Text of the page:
Feed Your Child’s Inner Life – Promote Play, Limit Screen Time
by Joan Miller
Summer fun is drawing to a close, and it is that time again when parents turn their thoughts to crisp new school clothes, earlier bedtimes and the endless list of school supplies.
However, ensuring a good school year for your children extends beyond mere school supplies. Here is a different list of back-to-school consideration for parents.
1. Time for School/Time for Play
School is a child’s job – and it comes with long hours. After six or seven hours at school, children arrive home tired.
They need a snack and some downtime – and the best downtime is play, especially active, outdoor play.
Allowing kids to ride bikes, shoot baskets, swing, jump rope or explore is not only good for their bodies but good for their brains.
The dismissal bell is not the end of the work day for children. Homework looms. Children need a break before they start working again.
Set a timer or make a schedule to help your child know the amount of play she gets before she must return to working.
This break allows a child’s brain to rest and reset before starting an evening (or night) of homework.
Also, remember that homework isn’t about perfection. Teachers need honest feedback about whether students have mastered lessons.
Parents must be willing to let children make mistakes. That is how they learn the content and self-sufficiency.
3. Screen Time
Video games, no matter the content or device, can become an obsession for children and adults of all ages.
Limiting screen time is important. Dr. Shawn Taylor of A Caring Touch Pediatrics in Lexington (per the American Academy of Pediatrics) recommends no electronics for children under 2 and then a general guideline of no more than two hours a day.
In my practice as a clinical counselor and play therapist, many parents limit their children to 20-30 minutes a day for elementary age.
Several young people have told me that if they play video games too long, they become easily frustrated and suffer mood changes.
At the very least, match the amount of screen time with active play time.
And remember – compulsive use of screens limits social interaction and family time, which are key to developing healthy and happy kids.
Help them stay safe and monitor screen usage by taking their phones and electronics at bedtime and charging them in your bedroom.
4. Extracurricular Activities
Sports, clubs, dance and music lessons are all beneficial to the growth and development of children and teens, but too much of a good thing is still too much.
A number of families I know allow only one major activity (like a sports team or dance) during the school year because they know that too many commitments can drain the whole family.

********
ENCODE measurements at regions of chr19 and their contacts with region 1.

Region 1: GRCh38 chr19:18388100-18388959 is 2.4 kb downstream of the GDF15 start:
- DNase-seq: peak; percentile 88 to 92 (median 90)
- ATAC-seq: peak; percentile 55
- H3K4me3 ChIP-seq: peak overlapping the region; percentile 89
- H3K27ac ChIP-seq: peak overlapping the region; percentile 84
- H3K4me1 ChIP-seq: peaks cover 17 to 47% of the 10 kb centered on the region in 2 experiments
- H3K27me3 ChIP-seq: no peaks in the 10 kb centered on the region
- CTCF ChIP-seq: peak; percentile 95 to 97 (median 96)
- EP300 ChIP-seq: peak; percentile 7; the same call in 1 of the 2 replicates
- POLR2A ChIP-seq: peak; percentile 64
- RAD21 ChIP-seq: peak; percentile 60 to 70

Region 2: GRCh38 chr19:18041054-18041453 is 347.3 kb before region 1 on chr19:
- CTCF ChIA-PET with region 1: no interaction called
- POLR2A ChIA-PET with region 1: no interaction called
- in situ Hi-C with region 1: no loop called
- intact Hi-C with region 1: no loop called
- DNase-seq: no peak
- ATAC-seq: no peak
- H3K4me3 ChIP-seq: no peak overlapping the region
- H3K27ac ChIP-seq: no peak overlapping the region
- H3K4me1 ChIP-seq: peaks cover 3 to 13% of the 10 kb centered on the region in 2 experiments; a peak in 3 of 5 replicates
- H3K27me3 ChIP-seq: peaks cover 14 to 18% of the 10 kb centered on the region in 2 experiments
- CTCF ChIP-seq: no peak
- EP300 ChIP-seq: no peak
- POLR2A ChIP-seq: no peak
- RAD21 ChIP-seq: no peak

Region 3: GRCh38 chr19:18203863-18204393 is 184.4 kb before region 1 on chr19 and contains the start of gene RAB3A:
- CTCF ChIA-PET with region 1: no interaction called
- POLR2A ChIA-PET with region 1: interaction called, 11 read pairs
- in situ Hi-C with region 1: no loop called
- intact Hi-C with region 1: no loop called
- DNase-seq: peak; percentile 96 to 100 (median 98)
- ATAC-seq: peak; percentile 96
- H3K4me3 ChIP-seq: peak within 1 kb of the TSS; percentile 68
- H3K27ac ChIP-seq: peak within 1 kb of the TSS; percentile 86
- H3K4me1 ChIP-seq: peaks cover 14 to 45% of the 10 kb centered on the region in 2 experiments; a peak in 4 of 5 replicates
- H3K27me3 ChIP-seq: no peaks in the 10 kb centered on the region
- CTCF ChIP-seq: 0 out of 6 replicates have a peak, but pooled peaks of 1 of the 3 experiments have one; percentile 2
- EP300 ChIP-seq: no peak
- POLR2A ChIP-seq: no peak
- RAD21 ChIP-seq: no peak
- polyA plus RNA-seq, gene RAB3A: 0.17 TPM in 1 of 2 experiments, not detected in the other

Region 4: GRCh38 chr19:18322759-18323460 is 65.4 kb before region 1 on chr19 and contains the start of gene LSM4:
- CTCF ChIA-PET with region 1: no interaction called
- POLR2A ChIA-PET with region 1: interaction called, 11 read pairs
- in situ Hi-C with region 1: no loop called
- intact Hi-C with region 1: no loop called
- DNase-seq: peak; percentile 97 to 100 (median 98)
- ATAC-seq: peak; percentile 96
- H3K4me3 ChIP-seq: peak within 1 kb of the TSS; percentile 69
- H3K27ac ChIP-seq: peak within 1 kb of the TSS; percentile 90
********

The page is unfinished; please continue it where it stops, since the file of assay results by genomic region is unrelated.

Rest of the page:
This “rule” is really helpful in families with more than one child.
A good rule of thumb – if you aren’t having dinner at home at least three-four nights a week, you are too busy.
5. Families That “Do” Together, “Do” Better
At a time when family rituals and relationships seem outdated, a study from the University of Michigan shows that families that eat dinner together regularly have children who perform better academically and have less behavioral issues.
Studies also show that when parents read to their children, they increase their intellectual ability. The library is a fun place to take children.
As a family therapist, I recommend parents read to their children as a way to nurture them and have positive connection.
(As a special note, studies also show that single parents, as a whole, are doing a good job of positive parenting.
In fact, while they may have less income to provide extracurricular activities, they often are more available to have family dinners with their children.)
6. Teachers Love Your Child Too
We would not have “Back to School” without our teachers. Sadly, teachers aren’t held in the same esteem as they once were.
Plato said: “Be kind, because everyone you meet is fighting a hard battle.”
Teachers do a hard job. Not all of us can, day after day, face a classroom of 30 or more children while managing their behavior, teaching them and being constantly scrutinized through test scores.
This year, as part of your back to school plan, get to know your child’s teachers and start out thinking the best of them.
This list is probably a little different (and cheaper) than the one the school sent you, but more than scissors or glue, this advice can help you and your family have the best school year yet. Y
Joan Miller DVM, MA, is a licensed professional clinical counselor and registered play therapist who works as a Child and Family Therapist at The Provision School and Family Counseling Center, Inc. in Lexington.
In June, she started The Provision as a non-profit with Becky Host, MA, Licensed Professional Counselor, and Jennie McKindles, MA, Special Education P-12 master teacher.
The Provision comprises a counseling practice for children, adolescents and adults and, starting in August, a therapeutic school for children who are not successful in traditional school for a variety of reasons including: emotional, social, behavioral or academic.
www.theprovision.org or www.facebook.com/theprovisionschool.